best film:  JFK (1991) is actually Jack Lemmon’s best film. This is no extra or cameo role either – Lemmon plays Jack Martin – and although Walter Matthau is also in JFK – they do not share any scenes together. Instead, Lemmon has some strong scenes with both lead Kevin Costner (as Jim Garrison) and Edward Asner (as Guy Bannister). The Apartment (1960) would be the runner-up in this category with Robert Altman’s Short Cuts (1993) placing third (3rd). It is certainly interesting that over Lemmon’s long and storied career – two (2) of his best three (3) films came late in his career – the 1990s – and in sprawling sort of dramatic saga ensemble films.


best performance: The Apartment. Jack Lemmon has plenty to choose from here – his second (2nd) best performance and tenth (10th) best are fairly close together in quality – but it his work in Billy Wilder’s 1960 film that he should be remembered for. His Oscar wins are for Mister Roberts (1955) and Save the Tiger (1973) and he is exemplary in both. In Save the Tiger, his Harry Stoner character wakes up in a cold sweat, and then it all just goes downhill from there. He is affluent, but unbelievably stressed. He is losing his mind really – talking to himself muttering baseball players names he remembers from his youth. Save the Tiger has some black comedic moments (which Lemmon slays of course) and a stammering speech in the film.  Lemmon probably should be remembered for The Apartment – but in reality, Some Like It Hot (1959) and The Odd Couple (1968) are probably at the front of public consciousness – there is just something about the pure laughability of those two films (the iconic final shot and line reading in Some Like It Hot does not hurt either) on top of Some Like It Hot being paired with Marilyn Monroe. For The Odd Couple – it both spawned a television show (where Lemmon doppelgänger Tony Randall takes on the Felix Unger role) and, it is the most popular of the Lemmon/Matthau pairings – rare to see a comedy like this as the third (3rd) most popular box office film of the year.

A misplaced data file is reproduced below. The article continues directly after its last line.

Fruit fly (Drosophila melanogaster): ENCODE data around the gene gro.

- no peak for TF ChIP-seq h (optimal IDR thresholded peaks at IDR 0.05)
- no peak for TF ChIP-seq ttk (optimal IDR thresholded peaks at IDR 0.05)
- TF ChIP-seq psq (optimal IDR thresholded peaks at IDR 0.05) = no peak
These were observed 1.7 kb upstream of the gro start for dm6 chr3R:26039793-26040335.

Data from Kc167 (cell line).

from The Apartment – director Billy Wilder was coming off Some Like It Hot (1959, so was Jack Lemmon) and Shirley MacLaine off of Some Came Running (1958) so these are creative peak periods abound here. Wilder had been around for decades at this point, but for MacLaine and Lemmon, they were still sort of considered comedians first – and The Apartment gave them a chance to show their dramatic chops (as well as keeping a bit of their toe in the water as far as making audiences laugh – a real accomplishment when looking at the synopsis of this film).  Lemmon plays C.C. Baxter who works at desk 861 on the 19th floor This is Wilder’s second (2nd) time calling upon Jack Lemmon to lead the way in one of his films – they would wind up working a total of seven (7) times together – six (6) landing in the archives.  The tonal transitions are brilliant – Lemmon’s Baxter sharply turns from jovial to gutted. Few actors could play weakness as well as Lemmon. He has a cold half the film it seems – he is sniveling, whining – it is a testament to both the screenplay and Lemmon that the audience still roots for C.C. Baxter.